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Friday, Aug. 22, 2014

Wheel tax discussion rolls toward May vote

Wednesday, April 18, 2012

The Putnam County Council took a step toward raising some much-needed road funds for the county at Tuesday's monthly meeting.

While the wheel tax and county motor vehicle excise tax cannot be changed until the May council meeting, the council approved the rates to be advertised, which reflect what they will be considering at the next meeting.

The ordinances must be advertised twice in the Banner Graphic before the council can actually take a vote on the new rates. Tuesday's discussion focused on what rates to advertise for the upcoming meeting.

The initial advertisement, with all rates set at their maximum possible level, ran in the Monday, April 2 edition of the newspaper.

The county motor vehicle excise tax is being considered at $25 per car, motorcycle or truck up to 11,000 pounds. This is the maximum level any county in the state can charge for the excise tax.

According to information presented at the March meeting, the new rate would mean an average increase of $15.54 per passenger vehicle in license plate costs across the county.

The wheel tax, which affects larger vehicles and trailers, is a bit more complicated. All buses, RVs, semi-trailers and tractors would be facing a $40 wheel tax -- a rate most of these vehicles have been set at since 1996.

Trailers will be broken down by weights:

* Up to 3,000 pounds: $15

* 3,001-5,000 pounds: $20

* 5,001-7,000 pounds: $25

* 7,001-12,000 pounds: $30

* More than 12,000 pounds: $40

The only part of the debate unresolved at meeting's end was the issue of trucks. One proposal included no consideration of weight classes. All trucks over 11,000 pounds would face a $40 annual wheel tax.

However, there was some debate over how equitable this arrangement was. Council attorney Elizabeth South said she planned to look into the current ordinance and send information to the councilmen to consider if trucks would be divided into weight classes.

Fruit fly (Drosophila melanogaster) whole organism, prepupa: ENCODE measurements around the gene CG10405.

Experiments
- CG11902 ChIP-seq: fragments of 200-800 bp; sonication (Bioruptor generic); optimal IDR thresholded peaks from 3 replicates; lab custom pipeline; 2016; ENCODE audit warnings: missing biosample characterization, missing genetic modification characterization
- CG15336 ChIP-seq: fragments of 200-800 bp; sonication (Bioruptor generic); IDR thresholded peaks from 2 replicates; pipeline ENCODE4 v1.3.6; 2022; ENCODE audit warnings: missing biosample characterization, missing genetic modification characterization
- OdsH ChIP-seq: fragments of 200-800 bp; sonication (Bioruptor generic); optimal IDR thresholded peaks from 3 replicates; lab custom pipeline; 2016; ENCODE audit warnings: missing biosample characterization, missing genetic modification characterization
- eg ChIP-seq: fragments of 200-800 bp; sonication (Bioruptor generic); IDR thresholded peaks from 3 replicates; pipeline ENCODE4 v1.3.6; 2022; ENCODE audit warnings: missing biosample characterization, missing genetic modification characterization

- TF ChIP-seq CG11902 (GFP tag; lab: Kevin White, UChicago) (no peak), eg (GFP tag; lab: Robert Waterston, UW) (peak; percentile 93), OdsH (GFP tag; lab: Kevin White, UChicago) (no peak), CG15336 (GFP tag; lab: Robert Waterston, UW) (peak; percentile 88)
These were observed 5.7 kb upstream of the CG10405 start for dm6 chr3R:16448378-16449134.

The final decision is left until May, but the councilmen said many of the comments they have heard from the public have been understanding of the need to raise road money, if not always supportive of the concept of higher taxes.

Two public officials at the meeting were vocal in their support of something that benefits the health of Putnam County roads.

"This is one of very few tools the legislature has given you to address the road problem," Putnam County Economic Development Director Bill Dory said.

"I don't know how else we're going to do it," Greencastle Mayor Sue Murray said. "It's going to continue to get worse and we're going to continue to lose ground."

One county commissioner and one councilman combined to make a statement that has been echoed several times in this debate.

"Hit one good chuckhole ..." Commissioner Gene Beck said.

"... and the $15 is not very much," Councilman Keith Berry chimed in.

The next meeting of the Putnam County Council is set for 6:30 p.m. Tuesday, May 15.


Comments
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As if this will fix chuckholes.....LOL

-- Posted by hmmngbrd on Wed, Apr 18, 2012, at 7:49 AM

A little history lesson and then a comment-

Back in the 50's when I was very young,the majority of roads were gravel. The roads required year round maintenance. Road graders continually cleared out the culverts, leveled the road surfaces and returned the rock from lanes on the road to an even surface.

The biggest problem with the gravel roads was the continual dust that flew in the air as vehicles would travel on the roads. If you were following another vehicle, you would have to stay back at least a quarter mile or your car would be filled with dust. ( Yes, most vehicles have A/C today, but air filters would have to be changed more frequently if gravel roads were the norm. Typical costs for a new air filter - $15-$30.) I can only imagine the breathing difficulty many people would have today if the dust was again flying in the air. (Increased medical costs.)

Travel was slow on the gravel roads. Time lost.) Vehicle maintenance costs were constant.

Now, let's compare to today's roads in Putnam County. The majority of the nearly 900 miles are paved. The dust problem is basically non-existent. The pot hole problem, while still with us, is minimal. And because of the better condition of the county's roads, we can travel at 45 MPH with little worry. Vehicle maintenance is minimal.

If roads are returned to gravel, each one of us will be paying more out-of-pocket costs than the additional tax proposed by the county council.

-- Posted by Lookout on Wed, Apr 18, 2012, at 11:20 AM

Where does the putnam county tax taken from our paychecks go? I have never lived in a county till last 11 years where I had to pay tax from my check to the county but, no one can tell me where it goes. We already pay a wheel tax when we get plates. Residents are not rich with the type of jobs offered here.Find it somewhere else. Like budget management better.

-- Posted by bam on Fri, Apr 20, 2012, at 5:34 AM


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